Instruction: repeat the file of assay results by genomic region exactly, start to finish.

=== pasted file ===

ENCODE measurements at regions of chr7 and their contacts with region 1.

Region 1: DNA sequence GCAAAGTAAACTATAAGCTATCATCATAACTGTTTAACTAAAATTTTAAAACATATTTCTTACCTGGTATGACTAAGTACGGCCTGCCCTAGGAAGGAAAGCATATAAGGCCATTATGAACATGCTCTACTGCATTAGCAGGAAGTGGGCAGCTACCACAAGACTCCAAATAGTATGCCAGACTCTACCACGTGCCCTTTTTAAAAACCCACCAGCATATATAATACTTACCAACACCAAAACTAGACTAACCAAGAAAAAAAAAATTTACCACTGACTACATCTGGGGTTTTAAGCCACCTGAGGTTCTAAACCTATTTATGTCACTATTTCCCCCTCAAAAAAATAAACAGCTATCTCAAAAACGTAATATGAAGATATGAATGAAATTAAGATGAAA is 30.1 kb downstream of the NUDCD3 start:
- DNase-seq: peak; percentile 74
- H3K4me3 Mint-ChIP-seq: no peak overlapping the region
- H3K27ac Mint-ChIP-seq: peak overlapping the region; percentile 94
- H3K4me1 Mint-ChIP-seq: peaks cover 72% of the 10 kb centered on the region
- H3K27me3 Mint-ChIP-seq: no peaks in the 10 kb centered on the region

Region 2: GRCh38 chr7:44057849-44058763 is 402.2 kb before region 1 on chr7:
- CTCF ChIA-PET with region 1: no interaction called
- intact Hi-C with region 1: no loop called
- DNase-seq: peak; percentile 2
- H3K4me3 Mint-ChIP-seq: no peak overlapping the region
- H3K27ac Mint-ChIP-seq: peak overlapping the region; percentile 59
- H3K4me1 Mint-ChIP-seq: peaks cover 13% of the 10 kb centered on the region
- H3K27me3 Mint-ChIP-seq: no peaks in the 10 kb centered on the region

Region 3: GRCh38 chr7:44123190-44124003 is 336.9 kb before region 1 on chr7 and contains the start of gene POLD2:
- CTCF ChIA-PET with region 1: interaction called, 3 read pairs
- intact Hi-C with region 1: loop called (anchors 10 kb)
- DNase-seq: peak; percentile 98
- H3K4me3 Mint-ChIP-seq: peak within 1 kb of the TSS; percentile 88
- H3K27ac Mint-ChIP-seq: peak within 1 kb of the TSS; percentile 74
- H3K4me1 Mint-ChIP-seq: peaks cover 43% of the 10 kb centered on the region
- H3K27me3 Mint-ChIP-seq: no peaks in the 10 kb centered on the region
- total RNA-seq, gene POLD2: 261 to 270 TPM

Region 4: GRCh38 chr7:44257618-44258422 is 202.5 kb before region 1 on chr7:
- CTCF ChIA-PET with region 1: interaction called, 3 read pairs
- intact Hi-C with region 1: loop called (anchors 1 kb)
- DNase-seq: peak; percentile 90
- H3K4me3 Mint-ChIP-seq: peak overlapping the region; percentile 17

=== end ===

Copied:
ENCODE measurements at regions of chr7 and their contacts with region 1.

Region 1: DNA sequence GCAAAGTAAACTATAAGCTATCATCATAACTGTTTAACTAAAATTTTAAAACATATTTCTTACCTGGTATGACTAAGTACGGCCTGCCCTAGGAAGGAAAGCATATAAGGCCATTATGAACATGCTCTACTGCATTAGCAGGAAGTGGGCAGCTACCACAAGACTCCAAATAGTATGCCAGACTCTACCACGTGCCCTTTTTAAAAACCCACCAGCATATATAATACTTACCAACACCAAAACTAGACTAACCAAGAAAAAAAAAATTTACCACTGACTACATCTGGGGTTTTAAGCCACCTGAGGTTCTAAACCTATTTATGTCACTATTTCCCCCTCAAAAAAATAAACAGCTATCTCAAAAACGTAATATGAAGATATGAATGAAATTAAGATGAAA is 30.1 kb downstream of the NUDCD3 start:
- DNase-seq: peak; percentile 74
- H3K4me3 Mint-ChIP-seq: no peak overlapping the region
- H3K27ac Mint-ChIP-seq: peak overlapping the region; percentile 94
- H3K4me1 Mint-ChIP-seq: peaks cover 72% of the 10 kb centered on the region
- H3K27me3 Mint-ChIP-seq: no peaks in the 10 kb centered on the region

Region 2: GRCh38 chr7:44057849-44058763 is 402.2 kb before region 1 on chr7:
- CTCF ChIA-PET with region 1: no interaction called
- intact Hi-C with region 1: no loop called
- DNase-seq: peak; percentile 2
- H3K4me3 Mint-ChIP-seq: no peak overlapping the region
- H3K27ac Mint-ChIP-seq: peak overlapping the region; percentile 59
- H3K4me1 Mint-ChIP-seq: peaks cover 13% of the 10 kb centered on the region
- H3K27me3 Mint-ChIP-seq: no peaks in the 10 kb centered on the region

Region 3: GRCh38 chr7:44123190-44124003 is 336.9 kb before region 1 on chr7 and contains the start of gene POLD2:
- CTCF ChIA-PET with region 1: interaction called, 3 read pairs
- intact Hi-C with region 1: loop called (anchors 10 kb)
- DNase-seq: peak; percentile 98
- H3K4me3 Mint-ChIP-seq: peak within 1 kb of the TSS; percentile 88
- H3K27ac Mint-ChIP-seq: peak within 1 kb of the TSS; percentile 74
- H3K4me1 Mint-ChIP-seq: peaks cover 43% of the 10 kb centered on the region
- H3K27me3 Mint-ChIP-seq: no peaks in the 10 kb centered on the region
- total RNA-seq, gene POLD2: 261 to 270 TPM

Region 4: GRCh38 chr7:44257618-44258422 is 202.5 kb before region 1 on chr7:
- CTCF ChIA-PET with region 1: interaction called, 3 read pairs
- intact Hi-C with region 1: loop called (anchors 1 kb)
- DNase-seq: peak; percentile 90
- H3K4me3 Mint-ChIP-seq: peak overlapping the region; percentile 17